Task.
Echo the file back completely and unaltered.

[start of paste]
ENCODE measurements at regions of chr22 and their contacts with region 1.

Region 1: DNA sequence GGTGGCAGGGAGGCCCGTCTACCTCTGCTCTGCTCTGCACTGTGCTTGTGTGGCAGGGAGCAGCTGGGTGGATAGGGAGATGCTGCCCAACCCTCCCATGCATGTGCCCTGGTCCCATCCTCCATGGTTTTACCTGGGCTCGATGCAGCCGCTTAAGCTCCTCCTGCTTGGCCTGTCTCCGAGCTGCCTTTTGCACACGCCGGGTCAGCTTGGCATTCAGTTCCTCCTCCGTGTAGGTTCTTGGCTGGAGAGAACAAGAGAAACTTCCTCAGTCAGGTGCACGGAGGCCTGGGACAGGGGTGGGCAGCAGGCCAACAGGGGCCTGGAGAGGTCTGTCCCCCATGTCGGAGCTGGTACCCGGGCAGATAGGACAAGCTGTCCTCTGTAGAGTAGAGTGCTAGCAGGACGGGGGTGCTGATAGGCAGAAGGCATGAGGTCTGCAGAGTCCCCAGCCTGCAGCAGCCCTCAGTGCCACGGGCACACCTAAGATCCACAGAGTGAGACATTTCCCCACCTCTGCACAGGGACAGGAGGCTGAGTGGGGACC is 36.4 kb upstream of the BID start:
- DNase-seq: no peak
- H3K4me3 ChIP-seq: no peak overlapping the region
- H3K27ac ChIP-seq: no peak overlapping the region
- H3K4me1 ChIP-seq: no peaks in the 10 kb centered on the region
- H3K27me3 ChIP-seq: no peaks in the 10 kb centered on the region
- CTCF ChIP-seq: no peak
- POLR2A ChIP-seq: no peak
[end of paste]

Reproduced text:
ENCODE measurements at regions of chr22 and their contacts with region 1.

Region 1: DNA sequence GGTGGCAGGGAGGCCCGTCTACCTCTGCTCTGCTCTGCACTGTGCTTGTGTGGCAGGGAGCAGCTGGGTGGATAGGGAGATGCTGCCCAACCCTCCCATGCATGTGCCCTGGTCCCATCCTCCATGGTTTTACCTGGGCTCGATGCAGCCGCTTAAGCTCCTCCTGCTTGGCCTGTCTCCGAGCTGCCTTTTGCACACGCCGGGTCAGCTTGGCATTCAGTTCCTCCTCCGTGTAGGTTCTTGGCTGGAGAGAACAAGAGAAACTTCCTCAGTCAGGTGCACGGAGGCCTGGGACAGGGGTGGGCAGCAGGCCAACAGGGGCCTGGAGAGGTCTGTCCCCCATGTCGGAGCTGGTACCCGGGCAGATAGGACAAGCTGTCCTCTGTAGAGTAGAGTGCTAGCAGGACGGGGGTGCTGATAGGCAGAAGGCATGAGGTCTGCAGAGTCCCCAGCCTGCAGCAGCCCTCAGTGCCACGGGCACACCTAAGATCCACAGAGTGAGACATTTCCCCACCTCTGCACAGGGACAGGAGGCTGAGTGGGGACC is 36.4 kb upstream of the BID start:
- DNase-seq: no peak
- H3K4me3 ChIP-seq: no peak overlapping the region
- H3K27ac ChIP-seq: no peak overlapping the region
- H3K4me1 ChIP-seq: no peaks in the 10 kb centered on the region
- H3K27me3 ChIP-seq: no peaks in the 10 kb centered on the region
- CTCF ChIP-seq: no peak
- POLR2A ChIP-seq: no peak